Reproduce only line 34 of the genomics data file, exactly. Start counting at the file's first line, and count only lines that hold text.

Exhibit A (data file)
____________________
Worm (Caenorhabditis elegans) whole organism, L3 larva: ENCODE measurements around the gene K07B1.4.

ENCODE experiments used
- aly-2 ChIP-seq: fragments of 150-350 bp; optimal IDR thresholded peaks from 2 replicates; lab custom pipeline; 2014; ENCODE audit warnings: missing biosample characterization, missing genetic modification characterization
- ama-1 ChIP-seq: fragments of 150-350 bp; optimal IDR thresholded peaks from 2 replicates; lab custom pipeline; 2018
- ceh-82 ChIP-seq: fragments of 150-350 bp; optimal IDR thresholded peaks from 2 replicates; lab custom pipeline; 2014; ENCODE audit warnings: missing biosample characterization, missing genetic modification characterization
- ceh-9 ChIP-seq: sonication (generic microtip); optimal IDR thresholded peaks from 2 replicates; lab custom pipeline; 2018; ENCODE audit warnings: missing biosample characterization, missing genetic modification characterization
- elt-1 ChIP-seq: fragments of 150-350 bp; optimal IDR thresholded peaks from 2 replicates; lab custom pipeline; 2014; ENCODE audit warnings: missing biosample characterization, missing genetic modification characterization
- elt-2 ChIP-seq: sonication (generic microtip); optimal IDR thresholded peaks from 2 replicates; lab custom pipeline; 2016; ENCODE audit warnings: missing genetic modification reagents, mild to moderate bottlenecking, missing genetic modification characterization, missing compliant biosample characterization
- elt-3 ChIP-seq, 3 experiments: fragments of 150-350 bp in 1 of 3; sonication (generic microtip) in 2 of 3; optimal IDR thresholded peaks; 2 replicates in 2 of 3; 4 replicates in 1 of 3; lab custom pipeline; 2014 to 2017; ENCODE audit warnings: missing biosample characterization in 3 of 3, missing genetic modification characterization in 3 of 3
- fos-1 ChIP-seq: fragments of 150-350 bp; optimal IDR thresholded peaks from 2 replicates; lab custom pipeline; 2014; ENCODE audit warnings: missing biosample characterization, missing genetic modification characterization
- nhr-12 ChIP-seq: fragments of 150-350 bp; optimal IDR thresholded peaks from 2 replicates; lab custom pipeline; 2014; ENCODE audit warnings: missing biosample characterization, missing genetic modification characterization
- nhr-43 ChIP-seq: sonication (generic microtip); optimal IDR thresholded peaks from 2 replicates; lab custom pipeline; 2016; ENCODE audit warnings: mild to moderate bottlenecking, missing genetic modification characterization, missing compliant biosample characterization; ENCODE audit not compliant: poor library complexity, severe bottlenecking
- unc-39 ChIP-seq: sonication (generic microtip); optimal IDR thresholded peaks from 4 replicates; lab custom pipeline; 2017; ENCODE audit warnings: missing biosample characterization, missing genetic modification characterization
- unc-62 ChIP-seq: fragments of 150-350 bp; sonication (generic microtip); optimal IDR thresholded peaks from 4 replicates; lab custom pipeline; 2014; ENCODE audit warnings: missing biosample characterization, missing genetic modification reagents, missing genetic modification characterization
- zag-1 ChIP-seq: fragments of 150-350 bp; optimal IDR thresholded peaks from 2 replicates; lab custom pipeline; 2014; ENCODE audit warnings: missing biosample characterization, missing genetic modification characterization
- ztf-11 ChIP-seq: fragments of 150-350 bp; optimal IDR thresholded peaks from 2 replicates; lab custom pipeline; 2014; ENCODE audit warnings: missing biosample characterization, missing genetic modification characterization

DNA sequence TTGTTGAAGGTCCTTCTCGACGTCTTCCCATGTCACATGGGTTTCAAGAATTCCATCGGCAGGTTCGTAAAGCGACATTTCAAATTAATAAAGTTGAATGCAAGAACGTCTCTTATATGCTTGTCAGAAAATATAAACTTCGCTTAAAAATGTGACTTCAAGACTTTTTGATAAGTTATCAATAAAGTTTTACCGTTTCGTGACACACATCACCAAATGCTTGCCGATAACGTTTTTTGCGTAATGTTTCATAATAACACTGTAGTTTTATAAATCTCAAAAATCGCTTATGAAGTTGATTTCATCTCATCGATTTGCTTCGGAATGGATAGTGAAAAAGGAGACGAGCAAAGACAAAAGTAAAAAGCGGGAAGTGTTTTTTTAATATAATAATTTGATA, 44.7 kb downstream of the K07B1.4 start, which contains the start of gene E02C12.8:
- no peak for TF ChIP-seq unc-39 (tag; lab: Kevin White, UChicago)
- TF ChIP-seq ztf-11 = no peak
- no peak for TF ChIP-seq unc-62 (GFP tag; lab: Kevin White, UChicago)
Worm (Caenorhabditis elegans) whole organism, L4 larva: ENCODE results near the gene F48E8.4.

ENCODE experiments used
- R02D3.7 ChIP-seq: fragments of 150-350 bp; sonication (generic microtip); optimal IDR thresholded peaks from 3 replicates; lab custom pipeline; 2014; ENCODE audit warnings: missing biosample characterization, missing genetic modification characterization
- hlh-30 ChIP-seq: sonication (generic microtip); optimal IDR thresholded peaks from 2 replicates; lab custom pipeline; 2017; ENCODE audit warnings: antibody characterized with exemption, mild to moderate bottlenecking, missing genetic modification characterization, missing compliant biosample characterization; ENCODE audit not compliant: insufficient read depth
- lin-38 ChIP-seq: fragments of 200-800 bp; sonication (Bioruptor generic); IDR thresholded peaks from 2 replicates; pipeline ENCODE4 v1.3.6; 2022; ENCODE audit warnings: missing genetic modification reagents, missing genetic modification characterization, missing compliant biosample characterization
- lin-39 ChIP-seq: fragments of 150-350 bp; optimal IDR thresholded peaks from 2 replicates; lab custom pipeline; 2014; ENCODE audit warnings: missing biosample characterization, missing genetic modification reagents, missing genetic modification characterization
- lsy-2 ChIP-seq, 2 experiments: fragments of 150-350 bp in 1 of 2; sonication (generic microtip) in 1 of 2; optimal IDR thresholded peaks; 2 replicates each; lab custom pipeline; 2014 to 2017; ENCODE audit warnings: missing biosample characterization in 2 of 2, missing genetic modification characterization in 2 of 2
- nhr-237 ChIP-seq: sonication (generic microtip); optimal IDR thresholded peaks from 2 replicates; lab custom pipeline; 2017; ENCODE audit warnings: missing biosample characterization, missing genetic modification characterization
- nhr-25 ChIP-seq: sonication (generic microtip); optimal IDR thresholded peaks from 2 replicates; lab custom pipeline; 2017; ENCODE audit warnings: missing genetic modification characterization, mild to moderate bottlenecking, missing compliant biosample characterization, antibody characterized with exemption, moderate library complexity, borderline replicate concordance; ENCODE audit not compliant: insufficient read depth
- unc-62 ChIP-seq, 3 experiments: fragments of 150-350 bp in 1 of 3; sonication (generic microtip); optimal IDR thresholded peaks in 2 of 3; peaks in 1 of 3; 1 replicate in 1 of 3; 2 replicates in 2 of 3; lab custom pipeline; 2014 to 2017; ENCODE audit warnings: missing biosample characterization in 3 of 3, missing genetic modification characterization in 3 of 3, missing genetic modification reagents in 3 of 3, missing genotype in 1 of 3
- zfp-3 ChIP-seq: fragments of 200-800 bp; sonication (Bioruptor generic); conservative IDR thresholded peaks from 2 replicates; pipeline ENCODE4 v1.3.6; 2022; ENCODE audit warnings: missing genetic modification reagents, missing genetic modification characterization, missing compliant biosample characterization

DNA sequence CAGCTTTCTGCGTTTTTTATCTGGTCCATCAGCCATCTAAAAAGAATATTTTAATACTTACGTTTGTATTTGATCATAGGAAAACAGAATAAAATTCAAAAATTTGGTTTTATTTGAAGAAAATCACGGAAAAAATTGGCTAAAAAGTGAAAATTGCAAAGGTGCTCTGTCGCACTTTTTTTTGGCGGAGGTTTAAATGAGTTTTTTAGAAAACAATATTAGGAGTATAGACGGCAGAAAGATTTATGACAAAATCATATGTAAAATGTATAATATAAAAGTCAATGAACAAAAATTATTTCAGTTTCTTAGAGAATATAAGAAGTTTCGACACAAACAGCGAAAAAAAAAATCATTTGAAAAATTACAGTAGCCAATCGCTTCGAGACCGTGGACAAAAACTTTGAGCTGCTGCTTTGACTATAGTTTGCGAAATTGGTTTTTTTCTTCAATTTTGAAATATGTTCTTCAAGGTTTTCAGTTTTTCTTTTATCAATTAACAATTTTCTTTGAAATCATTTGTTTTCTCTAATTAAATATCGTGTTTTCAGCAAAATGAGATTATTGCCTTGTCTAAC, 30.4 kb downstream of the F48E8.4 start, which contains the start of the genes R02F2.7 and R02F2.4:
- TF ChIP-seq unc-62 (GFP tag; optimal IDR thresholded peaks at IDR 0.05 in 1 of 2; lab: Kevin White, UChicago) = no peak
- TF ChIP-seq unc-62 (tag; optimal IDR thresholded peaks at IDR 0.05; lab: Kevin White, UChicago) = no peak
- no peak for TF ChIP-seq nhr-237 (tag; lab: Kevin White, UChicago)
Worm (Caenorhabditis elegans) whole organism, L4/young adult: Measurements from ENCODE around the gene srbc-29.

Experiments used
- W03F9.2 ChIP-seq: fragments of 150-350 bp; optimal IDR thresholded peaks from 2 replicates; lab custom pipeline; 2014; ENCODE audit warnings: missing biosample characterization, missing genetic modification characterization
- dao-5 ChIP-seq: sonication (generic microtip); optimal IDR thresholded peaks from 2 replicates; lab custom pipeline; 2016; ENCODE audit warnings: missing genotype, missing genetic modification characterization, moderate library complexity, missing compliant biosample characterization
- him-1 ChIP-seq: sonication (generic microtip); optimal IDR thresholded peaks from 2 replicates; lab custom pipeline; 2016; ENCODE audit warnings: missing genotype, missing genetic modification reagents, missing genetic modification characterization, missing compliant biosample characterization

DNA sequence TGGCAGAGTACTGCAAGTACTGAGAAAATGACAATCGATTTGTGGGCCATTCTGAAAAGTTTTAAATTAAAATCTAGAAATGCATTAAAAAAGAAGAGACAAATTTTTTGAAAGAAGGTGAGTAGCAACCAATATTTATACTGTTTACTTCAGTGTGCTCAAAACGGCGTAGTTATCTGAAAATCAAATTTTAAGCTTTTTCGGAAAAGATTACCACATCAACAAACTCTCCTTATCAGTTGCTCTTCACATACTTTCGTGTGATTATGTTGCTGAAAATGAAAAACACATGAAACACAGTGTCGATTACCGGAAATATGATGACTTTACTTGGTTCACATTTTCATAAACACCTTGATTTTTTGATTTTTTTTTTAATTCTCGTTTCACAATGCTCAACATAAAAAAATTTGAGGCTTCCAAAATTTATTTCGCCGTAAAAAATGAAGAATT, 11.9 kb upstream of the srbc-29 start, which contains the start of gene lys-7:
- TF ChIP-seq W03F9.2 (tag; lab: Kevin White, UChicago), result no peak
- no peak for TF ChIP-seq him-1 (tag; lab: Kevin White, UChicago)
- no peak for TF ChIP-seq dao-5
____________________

- TF ChIP-seq unc-62 (tag; optimal IDR thresholded peaks at IDR 0.05; lab: Kevin White, UChicago) = no peak